12 Nov The 7 Security Vulnerabilities My Business Could Face Right Now
Businesses face a wide variety of IT security risks. The Web can be a dangerous place, with hacking attacks, security exploits and even company insiders leaving your company vulnerable.
To better understand and respond to these threats, it is important you are familiar with the vulnerabilities that are out there.
Below is a summary of the seven most common vulnerabilities and why they are dangerous.
(This will be the beginning of a 7-part blog series, so stay tuned for more detailed information about each of these vulnerabilities in the near future).
Many companies have weak authentication procedures, allowing hackers to gain access to a network. Once attackers successfully impersonate other users, they can steal your data and run rampant through your network. Faulty authentication can arise from:
- Unencrypted passwords in transit over the network
- Predictable session IDs
- Reusing session tokens
- Session hijacking vulnerabilities
- URLs that contain sensitive session ID information
When an application sends data to an interpreter that is untrusted, companies are exposed to an injection flaw vulnerability. Unfortunately, these flaws are one of the major reasons companies suffer from data theft and loss. Injection flaw vulnerabilities are present in LDAP, XML parsers, SQL and many other solutions.
Your employees can also be responsible for leaking inside information or even selling it to a competitor. System administrators with a high level of access can also install backdoors, add logic bombs or steal passwords, allowing them to seriously jeopardize your system’s security.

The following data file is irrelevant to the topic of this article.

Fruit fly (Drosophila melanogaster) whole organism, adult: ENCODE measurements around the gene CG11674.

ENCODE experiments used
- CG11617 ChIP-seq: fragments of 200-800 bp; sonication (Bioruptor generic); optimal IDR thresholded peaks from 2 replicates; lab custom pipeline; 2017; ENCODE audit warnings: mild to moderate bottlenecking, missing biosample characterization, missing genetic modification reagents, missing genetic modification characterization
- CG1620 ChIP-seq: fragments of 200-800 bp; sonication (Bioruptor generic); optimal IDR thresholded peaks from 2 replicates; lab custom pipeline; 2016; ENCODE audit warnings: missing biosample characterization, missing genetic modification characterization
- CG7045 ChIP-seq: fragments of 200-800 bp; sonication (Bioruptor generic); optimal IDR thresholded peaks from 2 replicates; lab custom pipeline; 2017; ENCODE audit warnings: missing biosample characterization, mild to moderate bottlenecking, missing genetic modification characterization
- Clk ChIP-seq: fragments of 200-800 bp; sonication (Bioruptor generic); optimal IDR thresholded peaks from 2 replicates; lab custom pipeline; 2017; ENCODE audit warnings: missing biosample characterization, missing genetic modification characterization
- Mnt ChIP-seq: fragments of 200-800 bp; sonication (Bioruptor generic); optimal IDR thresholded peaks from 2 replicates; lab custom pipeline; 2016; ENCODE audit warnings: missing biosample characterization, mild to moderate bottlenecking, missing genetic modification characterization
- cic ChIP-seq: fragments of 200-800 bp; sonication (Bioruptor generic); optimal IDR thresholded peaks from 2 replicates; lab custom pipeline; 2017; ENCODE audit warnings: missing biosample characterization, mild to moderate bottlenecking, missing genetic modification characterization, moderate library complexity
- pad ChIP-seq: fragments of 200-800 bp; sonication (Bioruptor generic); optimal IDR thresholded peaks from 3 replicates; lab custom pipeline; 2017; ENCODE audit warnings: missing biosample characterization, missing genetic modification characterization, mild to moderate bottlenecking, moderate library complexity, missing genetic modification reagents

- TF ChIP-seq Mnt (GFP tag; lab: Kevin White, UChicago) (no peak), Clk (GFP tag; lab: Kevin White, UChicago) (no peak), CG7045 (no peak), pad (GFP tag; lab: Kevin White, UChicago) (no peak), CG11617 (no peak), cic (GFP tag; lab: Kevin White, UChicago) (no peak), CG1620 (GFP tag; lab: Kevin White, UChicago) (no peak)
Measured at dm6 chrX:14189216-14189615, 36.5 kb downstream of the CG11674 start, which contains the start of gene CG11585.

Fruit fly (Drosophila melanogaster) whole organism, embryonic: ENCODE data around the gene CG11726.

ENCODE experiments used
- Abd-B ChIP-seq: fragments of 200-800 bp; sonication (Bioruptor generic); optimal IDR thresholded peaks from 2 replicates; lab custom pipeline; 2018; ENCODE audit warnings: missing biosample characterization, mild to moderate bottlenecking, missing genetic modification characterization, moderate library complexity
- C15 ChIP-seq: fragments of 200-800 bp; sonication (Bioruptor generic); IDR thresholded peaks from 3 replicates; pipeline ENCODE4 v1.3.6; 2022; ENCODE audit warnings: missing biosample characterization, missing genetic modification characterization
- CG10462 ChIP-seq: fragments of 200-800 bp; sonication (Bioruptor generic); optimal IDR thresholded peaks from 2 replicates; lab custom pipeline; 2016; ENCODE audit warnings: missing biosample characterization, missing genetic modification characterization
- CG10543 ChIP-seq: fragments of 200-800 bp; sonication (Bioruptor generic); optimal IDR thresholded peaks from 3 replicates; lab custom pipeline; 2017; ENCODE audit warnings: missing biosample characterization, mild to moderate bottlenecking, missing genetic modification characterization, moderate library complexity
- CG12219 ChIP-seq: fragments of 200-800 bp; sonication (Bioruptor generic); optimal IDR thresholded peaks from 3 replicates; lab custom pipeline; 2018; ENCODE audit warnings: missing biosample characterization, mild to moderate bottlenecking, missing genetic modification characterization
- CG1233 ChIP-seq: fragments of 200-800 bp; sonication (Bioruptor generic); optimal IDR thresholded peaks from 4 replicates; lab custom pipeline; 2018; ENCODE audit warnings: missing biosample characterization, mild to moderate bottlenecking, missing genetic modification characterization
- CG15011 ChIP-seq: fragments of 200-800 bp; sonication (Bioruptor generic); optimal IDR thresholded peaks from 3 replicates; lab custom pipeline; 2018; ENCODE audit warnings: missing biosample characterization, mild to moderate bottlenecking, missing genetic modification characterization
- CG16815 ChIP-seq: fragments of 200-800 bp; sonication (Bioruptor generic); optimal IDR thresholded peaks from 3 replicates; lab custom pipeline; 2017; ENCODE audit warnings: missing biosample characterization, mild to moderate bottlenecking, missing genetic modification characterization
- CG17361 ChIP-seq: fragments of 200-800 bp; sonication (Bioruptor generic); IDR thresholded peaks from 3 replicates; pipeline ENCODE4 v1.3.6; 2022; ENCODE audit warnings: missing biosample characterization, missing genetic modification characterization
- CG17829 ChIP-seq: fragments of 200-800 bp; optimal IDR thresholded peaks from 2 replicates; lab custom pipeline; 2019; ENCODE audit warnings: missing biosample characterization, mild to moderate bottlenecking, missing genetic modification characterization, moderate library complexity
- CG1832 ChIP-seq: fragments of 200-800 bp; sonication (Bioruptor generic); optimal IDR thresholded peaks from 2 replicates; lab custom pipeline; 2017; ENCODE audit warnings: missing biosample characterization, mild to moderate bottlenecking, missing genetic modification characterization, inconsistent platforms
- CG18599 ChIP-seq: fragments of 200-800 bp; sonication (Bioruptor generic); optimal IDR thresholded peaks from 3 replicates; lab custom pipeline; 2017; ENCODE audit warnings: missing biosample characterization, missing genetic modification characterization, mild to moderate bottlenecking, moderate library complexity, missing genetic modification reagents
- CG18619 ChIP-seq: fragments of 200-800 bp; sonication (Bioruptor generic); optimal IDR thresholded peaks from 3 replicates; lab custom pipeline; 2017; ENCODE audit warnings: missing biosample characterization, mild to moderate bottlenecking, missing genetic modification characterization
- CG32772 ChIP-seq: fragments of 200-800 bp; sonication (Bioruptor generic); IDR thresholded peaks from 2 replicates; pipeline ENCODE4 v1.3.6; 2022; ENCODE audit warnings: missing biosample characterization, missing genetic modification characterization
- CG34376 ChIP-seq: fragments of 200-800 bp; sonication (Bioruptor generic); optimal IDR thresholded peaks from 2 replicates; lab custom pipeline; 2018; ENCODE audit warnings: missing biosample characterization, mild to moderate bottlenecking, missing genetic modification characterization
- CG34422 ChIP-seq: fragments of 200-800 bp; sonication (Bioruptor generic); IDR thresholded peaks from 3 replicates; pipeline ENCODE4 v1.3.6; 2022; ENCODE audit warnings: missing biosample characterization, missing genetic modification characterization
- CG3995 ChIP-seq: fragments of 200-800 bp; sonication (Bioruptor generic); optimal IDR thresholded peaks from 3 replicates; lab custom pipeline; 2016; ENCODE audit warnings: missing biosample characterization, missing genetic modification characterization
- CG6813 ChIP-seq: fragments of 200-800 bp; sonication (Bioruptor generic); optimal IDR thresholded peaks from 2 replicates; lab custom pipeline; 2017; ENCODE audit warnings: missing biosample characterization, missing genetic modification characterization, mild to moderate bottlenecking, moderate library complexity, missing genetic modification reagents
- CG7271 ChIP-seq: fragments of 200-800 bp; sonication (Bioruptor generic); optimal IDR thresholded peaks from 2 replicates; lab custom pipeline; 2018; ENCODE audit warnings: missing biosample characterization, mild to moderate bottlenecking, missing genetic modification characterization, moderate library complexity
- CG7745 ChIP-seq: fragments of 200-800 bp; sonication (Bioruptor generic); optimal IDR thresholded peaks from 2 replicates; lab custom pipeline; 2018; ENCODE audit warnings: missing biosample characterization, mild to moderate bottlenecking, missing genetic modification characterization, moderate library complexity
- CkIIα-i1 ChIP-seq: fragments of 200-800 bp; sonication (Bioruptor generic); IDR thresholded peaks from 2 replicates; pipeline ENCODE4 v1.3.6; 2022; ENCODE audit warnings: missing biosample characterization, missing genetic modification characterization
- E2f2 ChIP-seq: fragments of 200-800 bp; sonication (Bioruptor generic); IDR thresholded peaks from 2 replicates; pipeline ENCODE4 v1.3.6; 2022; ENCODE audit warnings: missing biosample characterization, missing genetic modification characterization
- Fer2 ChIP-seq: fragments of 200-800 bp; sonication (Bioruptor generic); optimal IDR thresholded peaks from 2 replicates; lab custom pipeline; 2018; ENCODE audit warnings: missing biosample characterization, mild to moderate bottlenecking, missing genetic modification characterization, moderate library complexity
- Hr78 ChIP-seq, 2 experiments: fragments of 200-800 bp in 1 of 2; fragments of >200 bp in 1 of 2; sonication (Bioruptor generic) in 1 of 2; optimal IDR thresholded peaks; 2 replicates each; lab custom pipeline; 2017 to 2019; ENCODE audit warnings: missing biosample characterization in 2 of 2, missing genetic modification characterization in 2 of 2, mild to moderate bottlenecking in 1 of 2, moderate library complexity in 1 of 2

Denial of Service
Many companies are hit with DoS attacks every year. Unfortunately, a DoS attack is often very simple to execute and can very quickly overload your company’s servers, lead to serious downtime, and make customers question the security of your company’s IT structure.
Lost or Stolen Devices
Your employees store sensitive data on laptops, smartphones and tablets. Unfortunately, these devices are often stolen or lost. If these devices are unsecured, you face a serious business risk from exposed data.
Poor IT Management
Poor network security often stems from poor IT management. That means IT departments fail to update software, leave default passwords and user accounts, or run Web applications in debug mode. There are many security configurations and safeguards an IT department can fail to make, leaving a system vulnerable to many types of attack.
Sensitive Data Exposure
There’s no excuse for failing to encrypt sensitive data such as bank and credit card information or personnel records. That also includes sensitive data in transit, not just when it’s at rest. Companies often fail to utilize strong encryption like AES and HTTPS protocols with proper certificates. As a result, this sensitive data is much easier to steal.
So, what’s a business to do? Ultimately, companies need to respond to these challenges in a variety of ways, including increased training, a regular IT security audit procedure, strong internal accountability and proactive IT management.